We, the signatory non-governmental organizations, give a strictly negative assessment to the statements made by political officials about the Constitutional Court of Georgia and to the inappropriate response of public bodies to threats against the judges and their family members, which can be perceived as an attempt to put pressure on the Court. Believing that such an attitude contains a significant threat of interference with administration of justice, we call upon high political officials to respect constitutional institutions, on the one hand, and, at the same time, urge law enforcement bodies to fulfill their positive obligation, ensure the observance of requirements of the Law of Georgia on Assembly and Manifestations, and investigate the instances of threats against the judges and their family members, the information on which was released by the President of the Constitutional Court of Georgia.
As is known to the public, on September 16, 2015, the Plenum of the Constitutional Court of Georgia pronounced its judgment on the case ofGiorgi Ugulava v. Parliament of Georgia. The Constitutional Court partially granted the claim and, absolutely justly, found unconstitutional the normative content of Part 2 of Article 205 of the Code of Criminal Procedure of Georgia that allows detention of a defendant in a concrete criminal case if he/she has spent a total of nine months under detention as part of any criminal case against him/her after he/she was indicted in this case or after sufficient grounds for indictment were revealed. As a practical and legal outcome of the said judgment, the Criminal Panel of the Tbilisi City Court found Giorgi Ugulave’s pre-trial detention unlawful and released him.
We believe that the aforementioned judgment of the Constitutional Court of Georgia is in full conformity with both the Constitution of Georgia and international norms and standards of human rights. Personal freedom is considered one of the fundamental values of democratic society. Its deprivation directly affects the exercise of a number of rights envisaged by the Constitution of Georgia and international instruments on human rights. This factor serves as the basis of the strict criteria that national legislation must meet when strengthening the grounds for deprivation of a person’s freedom before a condemning court judgment is delivered. Specifically: 1) deprivation of freedom is only permissible in exceptional cases; 2) deprivation of freedom must be objectively justified; and 3) application of such a measure may only be prolonged for a period that is absolutely necessary. The possibility to prolong a person’s pre-trial detention for an indefinite period, naturally, failed to meet the aforementioned requirements.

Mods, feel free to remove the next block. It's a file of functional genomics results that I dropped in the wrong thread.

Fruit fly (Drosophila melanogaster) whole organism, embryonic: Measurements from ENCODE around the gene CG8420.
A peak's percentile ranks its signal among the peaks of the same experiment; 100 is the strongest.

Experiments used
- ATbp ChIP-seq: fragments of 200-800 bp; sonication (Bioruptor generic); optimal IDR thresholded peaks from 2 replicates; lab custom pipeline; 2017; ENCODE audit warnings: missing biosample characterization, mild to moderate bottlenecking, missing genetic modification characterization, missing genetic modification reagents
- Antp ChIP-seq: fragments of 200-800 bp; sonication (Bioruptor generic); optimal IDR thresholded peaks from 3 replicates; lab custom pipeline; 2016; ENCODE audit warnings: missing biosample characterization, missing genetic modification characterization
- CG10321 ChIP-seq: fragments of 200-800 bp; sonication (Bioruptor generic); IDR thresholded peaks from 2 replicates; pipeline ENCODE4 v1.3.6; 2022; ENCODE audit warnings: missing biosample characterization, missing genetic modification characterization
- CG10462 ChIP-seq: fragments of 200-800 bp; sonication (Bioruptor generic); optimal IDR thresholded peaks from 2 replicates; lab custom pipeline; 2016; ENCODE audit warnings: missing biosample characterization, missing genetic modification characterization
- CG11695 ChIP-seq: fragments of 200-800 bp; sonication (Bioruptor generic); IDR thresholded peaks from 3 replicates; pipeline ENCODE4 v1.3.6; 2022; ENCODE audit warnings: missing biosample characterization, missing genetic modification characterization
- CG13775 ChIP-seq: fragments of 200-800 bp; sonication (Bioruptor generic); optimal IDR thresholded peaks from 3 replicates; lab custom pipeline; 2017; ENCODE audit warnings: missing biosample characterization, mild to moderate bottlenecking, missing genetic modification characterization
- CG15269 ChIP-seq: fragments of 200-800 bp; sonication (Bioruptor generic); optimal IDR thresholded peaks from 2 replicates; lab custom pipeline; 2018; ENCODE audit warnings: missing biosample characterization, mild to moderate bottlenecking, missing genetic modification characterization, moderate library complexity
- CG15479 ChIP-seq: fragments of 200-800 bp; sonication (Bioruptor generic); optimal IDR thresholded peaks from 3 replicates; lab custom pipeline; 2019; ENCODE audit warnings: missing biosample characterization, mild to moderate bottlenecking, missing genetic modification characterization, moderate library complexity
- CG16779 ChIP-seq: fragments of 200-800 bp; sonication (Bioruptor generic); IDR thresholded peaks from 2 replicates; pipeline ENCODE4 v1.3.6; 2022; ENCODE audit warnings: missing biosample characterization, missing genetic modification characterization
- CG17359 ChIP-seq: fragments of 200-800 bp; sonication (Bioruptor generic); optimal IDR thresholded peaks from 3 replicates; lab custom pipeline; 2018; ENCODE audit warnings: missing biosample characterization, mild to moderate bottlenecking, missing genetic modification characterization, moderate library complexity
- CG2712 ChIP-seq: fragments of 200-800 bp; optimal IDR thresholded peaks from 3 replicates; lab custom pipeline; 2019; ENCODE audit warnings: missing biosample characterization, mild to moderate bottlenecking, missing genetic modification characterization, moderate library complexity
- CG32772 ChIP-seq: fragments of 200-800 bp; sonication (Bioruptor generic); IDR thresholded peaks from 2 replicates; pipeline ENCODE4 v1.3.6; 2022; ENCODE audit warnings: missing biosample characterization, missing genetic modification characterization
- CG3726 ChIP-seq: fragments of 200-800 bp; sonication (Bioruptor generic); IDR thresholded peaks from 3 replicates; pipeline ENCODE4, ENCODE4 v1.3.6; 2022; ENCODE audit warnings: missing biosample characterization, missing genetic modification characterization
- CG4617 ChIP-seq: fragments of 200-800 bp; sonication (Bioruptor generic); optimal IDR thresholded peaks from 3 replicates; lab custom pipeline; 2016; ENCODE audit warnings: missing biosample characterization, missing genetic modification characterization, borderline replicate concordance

Accordingly, it is the high public and constitutional interest of protection of a person’s freedom that gave rise to the decision of the Constitutional Court by which it found it impermissible "to apply detention as a measure of restraint against a person in a criminal case from the moment that the time he/she has spent in pre-trial detention after indictment in this case amounts to nine months.”
Due to its concrete outcome (release of Giorgi Ugulava from pre-trial detention), the said judgment was followed by critical statements by members of the majority in the Parliament of Georgia and representatives of the executive government. These included an accusation about possible cooperation of judges of the Constitutional Court with the United National Movement.
We believe that criticism of the judiciary is a necessary integral part of democratic processes, though the current situation surrounding the Constitutional Court goes beyond the limits of permissible criticism. The President of the Constitutional Court made a statement about pressure on judges of the Constitutional Court and their family members, which should have been followed by immediate appropriate response by law enforcement bodies.
It is noteworthy that protests are being held near the houses of judges of the Constitutional Court, which, in most cases, is accompanied by violation of requirements established by the Law of Georgia on Assembly and Manifestations. The protesters make threats against the judges, throw various objects at the buildings, and paint sidewalks.
Law enforcement officers are deliberately failing to respond appropriately, unlike other cases when protests were directed against policies of the executive government and when, on the contrary, they often exceeded their authority and unconstitutionally restricted citizens’ freedom to hold rallies and manifestations. This justly raises doubts that law enforcement bodies are guided by selective approach and the process is being masterminded by the executive government.
Georgian Democracy Initiative (GDI)
Media Development Foundation (MDF)
Georgia’s Reform Associates (GRASS)